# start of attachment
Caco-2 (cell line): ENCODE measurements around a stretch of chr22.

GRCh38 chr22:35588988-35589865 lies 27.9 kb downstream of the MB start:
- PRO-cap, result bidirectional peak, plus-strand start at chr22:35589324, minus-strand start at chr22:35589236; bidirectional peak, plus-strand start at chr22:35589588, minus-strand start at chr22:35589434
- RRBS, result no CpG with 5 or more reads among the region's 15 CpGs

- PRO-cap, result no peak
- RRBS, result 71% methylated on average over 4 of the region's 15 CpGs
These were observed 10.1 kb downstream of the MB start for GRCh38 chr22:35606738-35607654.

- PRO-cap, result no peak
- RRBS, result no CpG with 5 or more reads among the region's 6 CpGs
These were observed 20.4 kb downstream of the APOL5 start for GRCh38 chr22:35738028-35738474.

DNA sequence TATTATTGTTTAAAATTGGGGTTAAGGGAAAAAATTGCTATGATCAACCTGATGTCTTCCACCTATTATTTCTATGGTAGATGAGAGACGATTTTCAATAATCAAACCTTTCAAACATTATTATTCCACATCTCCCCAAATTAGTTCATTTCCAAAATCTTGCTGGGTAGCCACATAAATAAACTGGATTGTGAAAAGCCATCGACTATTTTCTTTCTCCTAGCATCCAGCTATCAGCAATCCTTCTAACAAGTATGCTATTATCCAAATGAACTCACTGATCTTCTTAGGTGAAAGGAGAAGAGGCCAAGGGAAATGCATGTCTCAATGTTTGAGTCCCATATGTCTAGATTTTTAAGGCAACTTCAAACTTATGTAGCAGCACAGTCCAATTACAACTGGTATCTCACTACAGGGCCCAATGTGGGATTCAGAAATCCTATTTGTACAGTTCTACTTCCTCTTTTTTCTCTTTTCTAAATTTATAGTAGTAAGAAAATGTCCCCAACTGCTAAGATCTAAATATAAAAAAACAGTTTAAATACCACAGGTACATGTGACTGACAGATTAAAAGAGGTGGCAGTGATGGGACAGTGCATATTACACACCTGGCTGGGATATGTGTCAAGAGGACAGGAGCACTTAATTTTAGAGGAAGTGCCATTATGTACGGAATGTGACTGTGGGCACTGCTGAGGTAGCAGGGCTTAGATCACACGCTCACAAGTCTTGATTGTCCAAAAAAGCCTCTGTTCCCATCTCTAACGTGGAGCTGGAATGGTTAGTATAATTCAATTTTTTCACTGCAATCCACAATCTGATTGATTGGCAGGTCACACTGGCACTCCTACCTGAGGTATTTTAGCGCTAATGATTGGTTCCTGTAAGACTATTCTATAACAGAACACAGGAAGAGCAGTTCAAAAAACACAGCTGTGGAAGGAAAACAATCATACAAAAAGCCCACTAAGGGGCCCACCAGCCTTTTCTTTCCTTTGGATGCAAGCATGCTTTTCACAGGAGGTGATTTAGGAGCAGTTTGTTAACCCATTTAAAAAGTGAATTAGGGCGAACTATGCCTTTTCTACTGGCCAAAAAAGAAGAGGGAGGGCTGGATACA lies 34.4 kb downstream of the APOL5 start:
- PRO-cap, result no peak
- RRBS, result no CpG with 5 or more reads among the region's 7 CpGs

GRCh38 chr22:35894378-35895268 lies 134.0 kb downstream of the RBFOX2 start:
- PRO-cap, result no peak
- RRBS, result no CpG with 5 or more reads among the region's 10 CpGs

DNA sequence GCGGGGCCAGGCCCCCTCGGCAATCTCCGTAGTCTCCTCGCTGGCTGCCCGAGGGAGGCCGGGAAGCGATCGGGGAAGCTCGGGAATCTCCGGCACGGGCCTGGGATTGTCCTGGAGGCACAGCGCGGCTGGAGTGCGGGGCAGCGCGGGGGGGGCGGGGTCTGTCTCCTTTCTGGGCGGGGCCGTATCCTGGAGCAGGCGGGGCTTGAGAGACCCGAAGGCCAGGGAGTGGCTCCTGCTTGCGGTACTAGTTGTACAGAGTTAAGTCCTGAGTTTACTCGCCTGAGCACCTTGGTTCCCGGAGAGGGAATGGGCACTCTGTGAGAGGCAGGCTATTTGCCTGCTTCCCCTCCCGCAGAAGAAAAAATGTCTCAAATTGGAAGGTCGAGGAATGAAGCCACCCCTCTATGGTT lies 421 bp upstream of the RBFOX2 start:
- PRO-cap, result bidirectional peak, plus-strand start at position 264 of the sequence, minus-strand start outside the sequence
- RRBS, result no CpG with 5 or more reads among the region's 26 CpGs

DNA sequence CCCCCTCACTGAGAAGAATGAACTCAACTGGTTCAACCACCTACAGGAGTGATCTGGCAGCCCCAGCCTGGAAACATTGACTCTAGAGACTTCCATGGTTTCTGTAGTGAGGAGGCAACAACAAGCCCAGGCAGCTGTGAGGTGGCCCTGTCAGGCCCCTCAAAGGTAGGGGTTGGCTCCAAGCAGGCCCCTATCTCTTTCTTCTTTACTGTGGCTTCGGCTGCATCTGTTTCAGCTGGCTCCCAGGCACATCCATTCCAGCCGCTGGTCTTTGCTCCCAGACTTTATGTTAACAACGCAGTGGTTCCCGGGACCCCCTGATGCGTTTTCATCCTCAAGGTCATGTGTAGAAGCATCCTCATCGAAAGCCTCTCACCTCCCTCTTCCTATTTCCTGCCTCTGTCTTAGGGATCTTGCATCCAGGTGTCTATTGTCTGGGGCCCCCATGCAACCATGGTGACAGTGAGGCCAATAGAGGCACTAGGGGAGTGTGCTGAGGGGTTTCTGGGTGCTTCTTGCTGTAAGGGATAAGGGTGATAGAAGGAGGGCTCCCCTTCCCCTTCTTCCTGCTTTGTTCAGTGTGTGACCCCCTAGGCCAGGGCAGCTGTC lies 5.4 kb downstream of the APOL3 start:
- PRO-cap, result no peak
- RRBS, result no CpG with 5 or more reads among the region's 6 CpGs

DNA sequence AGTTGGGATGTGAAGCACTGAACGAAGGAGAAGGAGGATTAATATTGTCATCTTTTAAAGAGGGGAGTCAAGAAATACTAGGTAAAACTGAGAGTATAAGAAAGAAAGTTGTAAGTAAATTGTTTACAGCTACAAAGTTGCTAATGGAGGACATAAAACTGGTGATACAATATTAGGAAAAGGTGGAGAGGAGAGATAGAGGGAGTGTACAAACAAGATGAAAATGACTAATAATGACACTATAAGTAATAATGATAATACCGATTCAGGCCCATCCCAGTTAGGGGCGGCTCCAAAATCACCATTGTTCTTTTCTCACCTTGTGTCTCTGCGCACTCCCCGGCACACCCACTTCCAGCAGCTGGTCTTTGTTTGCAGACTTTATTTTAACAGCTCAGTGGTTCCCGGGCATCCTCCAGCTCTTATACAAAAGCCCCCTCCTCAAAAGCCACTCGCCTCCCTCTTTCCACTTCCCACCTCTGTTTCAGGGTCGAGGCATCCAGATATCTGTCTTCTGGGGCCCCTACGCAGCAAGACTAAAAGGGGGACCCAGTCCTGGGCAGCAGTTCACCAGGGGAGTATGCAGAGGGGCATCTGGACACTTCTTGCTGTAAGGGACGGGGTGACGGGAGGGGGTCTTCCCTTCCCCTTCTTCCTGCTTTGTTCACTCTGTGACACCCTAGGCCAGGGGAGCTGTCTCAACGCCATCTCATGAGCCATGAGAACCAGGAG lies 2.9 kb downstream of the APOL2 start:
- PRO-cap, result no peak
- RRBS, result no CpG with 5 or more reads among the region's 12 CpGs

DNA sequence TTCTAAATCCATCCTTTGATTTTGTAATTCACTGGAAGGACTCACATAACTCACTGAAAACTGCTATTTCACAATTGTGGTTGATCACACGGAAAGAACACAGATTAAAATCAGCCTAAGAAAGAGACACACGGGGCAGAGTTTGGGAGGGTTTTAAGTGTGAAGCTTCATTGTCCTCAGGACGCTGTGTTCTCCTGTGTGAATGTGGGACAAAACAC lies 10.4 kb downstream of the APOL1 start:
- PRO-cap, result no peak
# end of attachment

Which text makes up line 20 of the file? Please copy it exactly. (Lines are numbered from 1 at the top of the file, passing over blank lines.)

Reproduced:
DNA sequence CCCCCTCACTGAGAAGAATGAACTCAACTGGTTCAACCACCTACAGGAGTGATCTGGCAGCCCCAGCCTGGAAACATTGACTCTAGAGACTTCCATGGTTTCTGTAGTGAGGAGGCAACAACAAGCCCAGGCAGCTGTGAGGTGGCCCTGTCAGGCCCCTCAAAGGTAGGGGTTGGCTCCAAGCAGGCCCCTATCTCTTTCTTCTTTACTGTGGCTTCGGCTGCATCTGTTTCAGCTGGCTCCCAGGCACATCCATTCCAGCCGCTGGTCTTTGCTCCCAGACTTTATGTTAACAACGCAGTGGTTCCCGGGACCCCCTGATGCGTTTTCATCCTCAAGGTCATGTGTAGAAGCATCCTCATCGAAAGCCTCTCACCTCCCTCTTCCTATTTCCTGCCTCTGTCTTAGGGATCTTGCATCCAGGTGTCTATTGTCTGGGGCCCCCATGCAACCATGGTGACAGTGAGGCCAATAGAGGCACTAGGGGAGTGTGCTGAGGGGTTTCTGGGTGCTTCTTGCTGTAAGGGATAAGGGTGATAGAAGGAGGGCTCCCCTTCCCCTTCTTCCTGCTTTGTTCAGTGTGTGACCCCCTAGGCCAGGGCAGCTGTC lies 5.4 kb downstream of the APOL3 start: